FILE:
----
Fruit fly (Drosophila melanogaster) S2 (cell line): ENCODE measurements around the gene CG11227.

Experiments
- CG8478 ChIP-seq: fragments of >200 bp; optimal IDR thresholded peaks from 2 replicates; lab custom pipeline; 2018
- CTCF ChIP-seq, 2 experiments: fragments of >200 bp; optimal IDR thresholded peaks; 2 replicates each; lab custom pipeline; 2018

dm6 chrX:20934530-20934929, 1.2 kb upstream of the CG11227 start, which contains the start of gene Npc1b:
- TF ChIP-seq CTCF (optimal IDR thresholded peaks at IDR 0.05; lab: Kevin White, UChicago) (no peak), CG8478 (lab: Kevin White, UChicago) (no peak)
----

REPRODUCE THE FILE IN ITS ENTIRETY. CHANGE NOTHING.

Fruit fly (Drosophila melanogaster) S2 (cell line): ENCODE measurements around the gene CG11227.

Experiments
- CG8478 ChIP-seq: fragments of >200 bp; optimal IDR thresholded peaks from 2 replicates; lab custom pipeline; 2018
- CTCF ChIP-seq, 2 experiments: fragments of >200 bp; optimal IDR thresholded peaks; 2 replicates each; lab custom pipeline; 2018

dm6 chrX:20934530-20934929, 1.2 kb upstream of the CG11227 start, which contains the start of gene Npc1b:
- TF ChIP-seq CTCF (optimal IDR thresholded peaks at IDR 0.05; lab: Kevin White, UChicago) (no peak), CG8478 (lab: Kevin White, UChicago) (no peak)